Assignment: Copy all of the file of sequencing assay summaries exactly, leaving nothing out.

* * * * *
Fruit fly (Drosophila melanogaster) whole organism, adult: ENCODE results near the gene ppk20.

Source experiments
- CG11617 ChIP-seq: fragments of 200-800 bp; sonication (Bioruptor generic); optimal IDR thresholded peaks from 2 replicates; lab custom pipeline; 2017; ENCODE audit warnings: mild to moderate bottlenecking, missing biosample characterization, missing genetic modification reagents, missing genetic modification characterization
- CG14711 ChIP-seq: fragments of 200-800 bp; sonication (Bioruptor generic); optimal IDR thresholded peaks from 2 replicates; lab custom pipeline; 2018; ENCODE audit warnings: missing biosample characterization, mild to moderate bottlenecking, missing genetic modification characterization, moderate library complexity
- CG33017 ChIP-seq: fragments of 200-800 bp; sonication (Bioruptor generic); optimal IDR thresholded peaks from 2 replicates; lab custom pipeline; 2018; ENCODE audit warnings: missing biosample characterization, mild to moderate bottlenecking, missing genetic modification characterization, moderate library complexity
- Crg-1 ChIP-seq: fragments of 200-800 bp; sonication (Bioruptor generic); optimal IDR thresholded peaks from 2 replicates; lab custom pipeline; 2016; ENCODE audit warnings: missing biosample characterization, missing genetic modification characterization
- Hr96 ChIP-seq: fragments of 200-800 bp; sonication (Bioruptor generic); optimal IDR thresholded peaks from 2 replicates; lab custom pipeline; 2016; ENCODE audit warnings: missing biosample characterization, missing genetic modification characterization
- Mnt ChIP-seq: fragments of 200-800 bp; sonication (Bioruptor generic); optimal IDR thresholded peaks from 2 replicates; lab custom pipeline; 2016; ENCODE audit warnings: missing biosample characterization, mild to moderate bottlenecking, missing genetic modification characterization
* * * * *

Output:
Fruit fly (Drosophila melanogaster) whole organism, adult: ENCODE results near the gene ppk20.

Source experiments
- CG11617 ChIP-seq: fragments of 200-800 bp; sonication (Bioruptor generic); optimal IDR thresholded peaks from 2 replicates; lab custom pipeline; 2017; ENCODE audit warnings: mild to moderate bottlenecking, missing biosample characterization, missing genetic modification reagents, missing genetic modification characterization
- CG14711 ChIP-seq: fragments of 200-800 bp; sonication (Bioruptor generic); optimal IDR thresholded peaks from 2 replicates; lab custom pipeline; 2018; ENCODE audit warnings: missing biosample characterization, mild to moderate bottlenecking, missing genetic modification characterization, moderate library complexity
- CG33017 ChIP-seq: fragments of 200-800 bp; sonication (Bioruptor generic); optimal IDR thresholded peaks from 2 replicates; lab custom pipeline; 2018; ENCODE audit warnings: missing biosample characterization, mild to moderate bottlenecking, missing genetic modification characterization, moderate library complexity
- Crg-1 ChIP-seq: fragments of 200-800 bp; sonication (Bioruptor generic); optimal IDR thresholded peaks from 2 replicates; lab custom pipeline; 2016; ENCODE audit warnings: missing biosample characterization, missing genetic modification characterization
- Hr96 ChIP-seq: fragments of 200-800 bp; sonication (Bioruptor generic); optimal IDR thresholded peaks from 2 replicates; lab custom pipeline; 2016; ENCODE audit warnings: missing biosample characterization, missing genetic modification characterization
- Mnt ChIP-seq: fragments of 200-800 bp; sonication (Bioruptor generic); optimal IDR thresholded peaks from 2 replicates; lab custom pipeline; 2016; ENCODE audit warnings: missing biosample characterization, mild to moderate bottlenecking, missing genetic modification characterization